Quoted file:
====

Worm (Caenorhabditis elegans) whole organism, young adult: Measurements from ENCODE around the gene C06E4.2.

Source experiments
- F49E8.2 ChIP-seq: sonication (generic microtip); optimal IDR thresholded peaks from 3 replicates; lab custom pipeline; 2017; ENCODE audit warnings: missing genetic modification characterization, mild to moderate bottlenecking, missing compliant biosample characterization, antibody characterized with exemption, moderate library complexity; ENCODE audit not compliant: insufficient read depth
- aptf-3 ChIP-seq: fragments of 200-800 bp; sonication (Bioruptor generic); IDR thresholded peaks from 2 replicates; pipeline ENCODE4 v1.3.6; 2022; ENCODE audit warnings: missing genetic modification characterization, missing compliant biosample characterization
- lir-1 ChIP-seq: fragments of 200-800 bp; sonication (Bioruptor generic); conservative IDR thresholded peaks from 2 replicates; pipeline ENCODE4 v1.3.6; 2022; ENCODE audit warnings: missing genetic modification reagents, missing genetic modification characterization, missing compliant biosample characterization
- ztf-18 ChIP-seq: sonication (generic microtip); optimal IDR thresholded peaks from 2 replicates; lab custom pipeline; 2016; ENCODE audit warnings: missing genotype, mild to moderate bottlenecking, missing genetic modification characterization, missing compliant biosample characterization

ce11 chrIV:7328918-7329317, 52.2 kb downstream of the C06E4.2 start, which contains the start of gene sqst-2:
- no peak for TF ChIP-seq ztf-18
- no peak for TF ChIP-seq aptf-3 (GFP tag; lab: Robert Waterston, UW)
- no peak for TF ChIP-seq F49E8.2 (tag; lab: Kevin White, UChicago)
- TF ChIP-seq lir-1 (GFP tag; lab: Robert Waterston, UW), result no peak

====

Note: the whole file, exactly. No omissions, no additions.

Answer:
Worm (Caenorhabditis elegans) whole organism, young adult: Measurements from ENCODE around the gene C06E4.2.

Source experiments
- F49E8.2 ChIP-seq: sonication (generic microtip); optimal IDR thresholded peaks from 3 replicates; lab custom pipeline; 2017; ENCODE audit warnings: missing genetic modification characterization, mild to moderate bottlenecking, missing compliant biosample characterization, antibody characterized with exemption, moderate library complexity; ENCODE audit not compliant: insufficient read depth
- aptf-3 ChIP-seq: fragments of 200-800 bp; sonication (Bioruptor generic); IDR thresholded peaks from 2 replicates; pipeline ENCODE4 v1.3.6; 2022; ENCODE audit warnings: missing genetic modification characterization, missing compliant biosample characterization
- lir-1 ChIP-seq: fragments of 200-800 bp; sonication (Bioruptor generic); conservative IDR thresholded peaks from 2 replicates; pipeline ENCODE4 v1.3.6; 2022; ENCODE audit warnings: missing genetic modification reagents, missing genetic modification characterization, missing compliant biosample characterization
- ztf-18 ChIP-seq: sonication (generic microtip); optimal IDR thresholded peaks from 2 replicates; lab custom pipeline; 2016; ENCODE audit warnings: missing genotype, mild to moderate bottlenecking, missing genetic modification characterization, missing compliant biosample characterization

ce11 chrIV:7328918-7329317, 52.2 kb downstream of the C06E4.2 start, which contains the start of gene sqst-2:
- no peak for TF ChIP-seq ztf-18
- no peak for TF ChIP-seq aptf-3 (GFP tag; lab: Robert Waterston, UW)
- no peak for TF ChIP-seq F49E8.2 (tag; lab: Kevin White, UChicago)
- TF ChIP-seq lir-1 (GFP tag; lab: Robert Waterston, UW), result no peak